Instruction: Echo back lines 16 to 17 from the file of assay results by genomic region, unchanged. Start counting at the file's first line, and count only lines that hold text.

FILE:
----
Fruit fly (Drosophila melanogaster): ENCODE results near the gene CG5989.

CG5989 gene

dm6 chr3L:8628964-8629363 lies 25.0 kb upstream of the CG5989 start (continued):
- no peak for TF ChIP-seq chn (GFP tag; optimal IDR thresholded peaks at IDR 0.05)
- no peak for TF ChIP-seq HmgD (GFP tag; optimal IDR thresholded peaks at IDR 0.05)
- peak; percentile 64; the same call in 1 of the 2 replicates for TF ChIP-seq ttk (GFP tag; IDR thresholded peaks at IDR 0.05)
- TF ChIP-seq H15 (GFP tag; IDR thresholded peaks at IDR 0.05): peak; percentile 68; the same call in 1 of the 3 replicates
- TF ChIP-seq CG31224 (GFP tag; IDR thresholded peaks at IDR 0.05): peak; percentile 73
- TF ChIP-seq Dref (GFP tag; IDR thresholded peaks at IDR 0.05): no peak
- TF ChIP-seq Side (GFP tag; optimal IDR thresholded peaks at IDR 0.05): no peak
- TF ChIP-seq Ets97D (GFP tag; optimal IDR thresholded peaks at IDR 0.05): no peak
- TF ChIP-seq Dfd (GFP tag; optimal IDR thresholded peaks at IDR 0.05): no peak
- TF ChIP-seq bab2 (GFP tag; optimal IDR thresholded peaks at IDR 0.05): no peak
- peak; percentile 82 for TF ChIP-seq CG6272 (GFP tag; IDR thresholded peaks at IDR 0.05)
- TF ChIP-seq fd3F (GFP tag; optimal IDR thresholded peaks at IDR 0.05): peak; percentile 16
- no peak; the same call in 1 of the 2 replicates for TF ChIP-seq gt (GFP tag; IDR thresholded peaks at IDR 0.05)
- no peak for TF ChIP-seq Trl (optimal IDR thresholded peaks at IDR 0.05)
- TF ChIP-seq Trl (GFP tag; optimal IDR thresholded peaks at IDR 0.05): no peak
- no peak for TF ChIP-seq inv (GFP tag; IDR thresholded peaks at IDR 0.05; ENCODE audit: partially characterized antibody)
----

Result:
- no peak; the same call in 1 of the 2 replicates for TF ChIP-seq gt (GFP tag; IDR thresholded peaks at IDR 0.05)
- no peak for TF ChIP-seq Trl (optimal IDR thresholded peaks at IDR 0.05)